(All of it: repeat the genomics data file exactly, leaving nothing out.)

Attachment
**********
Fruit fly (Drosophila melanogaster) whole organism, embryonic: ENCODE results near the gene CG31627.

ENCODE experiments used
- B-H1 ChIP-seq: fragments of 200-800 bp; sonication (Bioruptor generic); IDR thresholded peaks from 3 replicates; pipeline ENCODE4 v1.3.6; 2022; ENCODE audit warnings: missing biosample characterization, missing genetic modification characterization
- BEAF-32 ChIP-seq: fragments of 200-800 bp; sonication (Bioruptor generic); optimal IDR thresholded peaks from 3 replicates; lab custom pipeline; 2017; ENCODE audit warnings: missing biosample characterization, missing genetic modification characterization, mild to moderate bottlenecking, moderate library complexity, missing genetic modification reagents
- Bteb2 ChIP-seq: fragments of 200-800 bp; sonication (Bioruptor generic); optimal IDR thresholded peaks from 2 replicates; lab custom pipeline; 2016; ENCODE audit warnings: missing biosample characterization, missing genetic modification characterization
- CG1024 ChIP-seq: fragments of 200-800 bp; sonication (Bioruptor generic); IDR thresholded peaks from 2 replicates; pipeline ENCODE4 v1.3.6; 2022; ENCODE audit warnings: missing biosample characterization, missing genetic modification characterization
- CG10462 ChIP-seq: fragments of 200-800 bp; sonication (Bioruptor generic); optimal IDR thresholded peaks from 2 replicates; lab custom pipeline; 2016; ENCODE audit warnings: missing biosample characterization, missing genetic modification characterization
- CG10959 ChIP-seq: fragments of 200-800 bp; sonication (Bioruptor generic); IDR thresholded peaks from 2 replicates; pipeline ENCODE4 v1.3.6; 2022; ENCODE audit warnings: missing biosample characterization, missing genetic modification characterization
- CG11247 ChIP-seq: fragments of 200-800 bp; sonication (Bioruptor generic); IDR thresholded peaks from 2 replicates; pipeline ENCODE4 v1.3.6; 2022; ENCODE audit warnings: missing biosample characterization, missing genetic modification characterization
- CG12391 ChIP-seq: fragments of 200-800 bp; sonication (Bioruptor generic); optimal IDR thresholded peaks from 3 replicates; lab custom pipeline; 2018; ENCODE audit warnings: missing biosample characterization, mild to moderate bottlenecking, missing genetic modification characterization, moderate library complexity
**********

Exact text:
Fruit fly (Drosophila melanogaster) whole organism, embryonic: ENCODE results near the gene CG31627.

ENCODE experiments used
- B-H1 ChIP-seq: fragments of 200-800 bp; sonication (Bioruptor generic); IDR thresholded peaks from 3 replicates; pipeline ENCODE4 v1.3.6; 2022; ENCODE audit warnings: missing biosample characterization, missing genetic modification characterization
- BEAF-32 ChIP-seq: fragments of 200-800 bp; sonication (Bioruptor generic); optimal IDR thresholded peaks from 3 replicates; lab custom pipeline; 2017; ENCODE audit warnings: missing biosample characterization, missing genetic modification characterization, mild to moderate bottlenecking, moderate library complexity, missing genetic modification reagents
- Bteb2 ChIP-seq: fragments of 200-800 bp; sonication (Bioruptor generic); optimal IDR thresholded peaks from 2 replicates; lab custom pipeline; 2016; ENCODE audit warnings: missing biosample characterization, missing genetic modification characterization
- CG1024 ChIP-seq: fragments of 200-800 bp; sonication (Bioruptor generic); IDR thresholded peaks from 2 replicates; pipeline ENCODE4 v1.3.6; 2022; ENCODE audit warnings: missing biosample characterization, missing genetic modification characterization
- CG10462 ChIP-seq: fragments of 200-800 bp; sonication (Bioruptor generic); optimal IDR thresholded peaks from 2 replicates; lab custom pipeline; 2016; ENCODE audit warnings: missing biosample characterization, missing genetic modification characterization
- CG10959 ChIP-seq: fragments of 200-800 bp; sonication (Bioruptor generic); IDR thresholded peaks from 2 replicates; pipeline ENCODE4 v1.3.6; 2022; ENCODE audit warnings: missing biosample characterization, missing genetic modification characterization
- CG11247 ChIP-seq: fragments of 200-800 bp; sonication (Bioruptor generic); IDR thresholded peaks from 2 replicates; pipeline ENCODE4 v1.3.6; 2022; ENCODE audit warnings: missing biosample characterization, missing genetic modification characterization
- CG12391 ChIP-seq: fragments of 200-800 bp; sonication (Bioruptor generic); optimal IDR thresholded peaks from 3 replicates; lab custom pipeline; 2018; ENCODE audit warnings: missing biosample characterization, mild to moderate bottlenecking, missing genetic modification characterization, moderate library complexity